Demethylation of hMSH2 enhances sensitivity to cisplatin in A2780 cells

Cell viability and apoptosis assays were performed to determine the effect of hMSH2 demethylation in A2780 cells on cisplatin sensitivity. A2780 cells that had been pre-treated with 15 μM 5-aza-dC were exposed to 0, 5, 10, 15, 20, and 25 μM cisplatin, respectively, for 24 h. The control cells were pre-treated with DMSO. As shown in Fig. 1e, the cell viability rates of 5-aza-dC treatment groups showed obviously decreased compared with control groups. By flow cytometry, the cisplatin-induced apoptosis rates were remarkably increased in 5-aza-dC treatment groups compared with the control groups (P < 0.05, Fig. 1f).

Suppression of hMSH2 increases cisplatin resistance in A2780 cells

To further affirm that the expression level of hMSH2 can independently affect the sensitivity of cisplatin, we knocked down the expression of hMSH2 in A2780 cells via shRNA. hMSH2 mRNA and protein expression levels were reduced by 63% and 58% in the A2780 shRNA-hMSH2 group, respectively, compared with the A2780 shNC group (P < 0.05, Fig. 2a, b).

Fig. 2
figure2

The alteration of the sensitivity to cisplatin after a knockdown of hMSH2 expression in A2780 cells. a, b RT-qPCR and western blot assay showed the reduced expression of hMSH2 in sh-hMSH2 cells compared to shNC cells. c CCK-8 assays showed a significant increase in the proliferation rates in the shRNA-hMSH2 cells compared with the shNC cells after cisplatin treatment at several concentrations for 24 h. d Flow cytometry showed that the apoptosis rate in the shRNA-hMSH2 cells was significantly lower than that in the shNC cells after exposure to cisplatin at the 20 μM concentration for 24 h. The A2780 cell apoptosis rates in each group. *P < 0.05; **P < 0.01. The experiments were repeated three times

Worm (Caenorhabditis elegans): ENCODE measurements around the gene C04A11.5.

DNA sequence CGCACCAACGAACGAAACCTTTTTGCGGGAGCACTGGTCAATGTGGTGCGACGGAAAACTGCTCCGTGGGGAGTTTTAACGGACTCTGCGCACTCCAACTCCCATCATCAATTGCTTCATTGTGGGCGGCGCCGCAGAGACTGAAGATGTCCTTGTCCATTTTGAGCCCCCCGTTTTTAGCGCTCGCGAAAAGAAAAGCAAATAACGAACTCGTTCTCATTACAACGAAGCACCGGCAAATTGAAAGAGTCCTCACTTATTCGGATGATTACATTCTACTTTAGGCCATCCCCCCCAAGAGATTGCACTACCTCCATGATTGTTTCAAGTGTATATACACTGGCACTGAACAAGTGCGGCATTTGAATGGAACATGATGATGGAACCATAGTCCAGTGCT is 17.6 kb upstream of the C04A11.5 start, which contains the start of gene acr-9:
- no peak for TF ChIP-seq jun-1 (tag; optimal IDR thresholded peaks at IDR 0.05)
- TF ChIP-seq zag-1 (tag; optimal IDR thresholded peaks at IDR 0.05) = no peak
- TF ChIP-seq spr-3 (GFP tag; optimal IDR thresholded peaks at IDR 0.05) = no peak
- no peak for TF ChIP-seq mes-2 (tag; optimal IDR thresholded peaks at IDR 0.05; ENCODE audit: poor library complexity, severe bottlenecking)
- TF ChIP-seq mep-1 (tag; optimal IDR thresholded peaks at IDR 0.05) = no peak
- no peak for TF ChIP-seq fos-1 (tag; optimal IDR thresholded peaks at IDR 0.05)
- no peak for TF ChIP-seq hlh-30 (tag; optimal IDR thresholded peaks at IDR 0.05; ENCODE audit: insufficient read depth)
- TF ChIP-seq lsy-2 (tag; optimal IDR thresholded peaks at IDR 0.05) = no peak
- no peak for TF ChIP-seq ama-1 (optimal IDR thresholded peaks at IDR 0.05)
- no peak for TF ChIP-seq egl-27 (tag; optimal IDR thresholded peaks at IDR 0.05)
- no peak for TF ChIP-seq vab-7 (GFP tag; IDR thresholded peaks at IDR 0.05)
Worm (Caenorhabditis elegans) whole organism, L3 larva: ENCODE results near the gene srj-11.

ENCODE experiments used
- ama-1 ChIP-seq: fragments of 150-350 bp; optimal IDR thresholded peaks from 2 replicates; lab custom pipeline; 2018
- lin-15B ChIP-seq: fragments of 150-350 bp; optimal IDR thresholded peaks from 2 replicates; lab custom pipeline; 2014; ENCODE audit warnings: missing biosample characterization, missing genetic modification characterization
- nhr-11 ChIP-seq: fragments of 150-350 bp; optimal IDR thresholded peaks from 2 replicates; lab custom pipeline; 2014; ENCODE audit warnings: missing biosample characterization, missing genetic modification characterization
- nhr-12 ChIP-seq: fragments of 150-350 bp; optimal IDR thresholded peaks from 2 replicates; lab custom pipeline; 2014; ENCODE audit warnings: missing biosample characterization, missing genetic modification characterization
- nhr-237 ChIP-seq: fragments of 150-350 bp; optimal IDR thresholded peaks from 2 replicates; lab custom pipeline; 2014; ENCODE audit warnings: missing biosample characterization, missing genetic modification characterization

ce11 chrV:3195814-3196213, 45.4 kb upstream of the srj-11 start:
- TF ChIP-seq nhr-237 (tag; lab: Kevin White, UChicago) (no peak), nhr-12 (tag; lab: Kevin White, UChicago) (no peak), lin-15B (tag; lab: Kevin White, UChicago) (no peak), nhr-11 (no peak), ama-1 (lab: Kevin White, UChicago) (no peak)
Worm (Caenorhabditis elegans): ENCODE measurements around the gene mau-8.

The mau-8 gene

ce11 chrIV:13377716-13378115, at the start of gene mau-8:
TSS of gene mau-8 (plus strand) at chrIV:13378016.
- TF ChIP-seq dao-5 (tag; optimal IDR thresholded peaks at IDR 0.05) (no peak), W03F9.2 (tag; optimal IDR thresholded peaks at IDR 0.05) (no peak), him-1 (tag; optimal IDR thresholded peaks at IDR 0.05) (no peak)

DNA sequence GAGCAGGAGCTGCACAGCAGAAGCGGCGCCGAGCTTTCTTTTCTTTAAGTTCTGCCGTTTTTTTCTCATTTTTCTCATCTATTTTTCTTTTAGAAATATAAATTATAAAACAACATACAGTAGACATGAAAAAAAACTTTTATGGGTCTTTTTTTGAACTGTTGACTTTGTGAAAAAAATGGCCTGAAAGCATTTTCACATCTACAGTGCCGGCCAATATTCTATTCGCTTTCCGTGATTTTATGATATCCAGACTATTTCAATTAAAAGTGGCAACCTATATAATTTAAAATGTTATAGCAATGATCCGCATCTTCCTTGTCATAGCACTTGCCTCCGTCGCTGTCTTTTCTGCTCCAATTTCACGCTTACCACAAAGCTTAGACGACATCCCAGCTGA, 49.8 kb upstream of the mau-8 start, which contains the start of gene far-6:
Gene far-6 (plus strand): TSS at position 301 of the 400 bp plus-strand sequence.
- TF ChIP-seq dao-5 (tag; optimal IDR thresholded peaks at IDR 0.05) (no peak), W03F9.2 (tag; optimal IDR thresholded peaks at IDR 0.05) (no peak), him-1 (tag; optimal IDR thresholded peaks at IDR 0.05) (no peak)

Then, we compared the cisplatin sensitivity of hMSH2 knockdown cells and control cells. CCK-8 assays showed a significant increase in the proliferation rates in the shRNA-hMSH2 group compared with the shNC group after cisplatin treatment at several concentrations for 24 h (P < 0.05, Fig. 2c). Next, flow cytometry further confirmed that the apoptosis rate in the shRNA-hMSH2 group was significantly lower than that in the shNC group after exposure to cisplatin at 20 μM concentration (P = 0.03, Fig. 2d).

Association between hMSH2 promoter methylation level and platinum resistance of EOC patients

The previous cell studies suggested that hMSH2 expression can independently account for the cell susceptibility to cisplatin, and the expression level of hMSH2 was affected by the methylation. Therefore, we hypothesized that hMSH2 promoter might be differentially methylated and thus accounts for varieties of drug sensibility in EOC patients. In the previous results, the RRBS assay has demonstrated that the upstream region from − 1193 to − 1125 of the hMSH2 gene was significantly hypermethylated in the platinum-resistant group (Fig. 3a). To further confirm the findings of the RRBS assay, MALDI-TOF mass spectrometry was employed to examine the methylation level of this region in an independent group of samples that were from 18 platinum-resistant EOC patients and 22 platinum-sensitive EOC patients. The analysis from MALDI-TOF mass spectrometry revealed that the methylation level of the − 1164 CpG site was significantly higher in the platinum-resistant group than that in the platinum-sensitive group (P = 0.004, Fig. 3b). However, the methylation levels of the − 1191, − 1156, and − 1126 CpG sites were not significantly different between the two groups (all P > 0.05) (Additional file 3).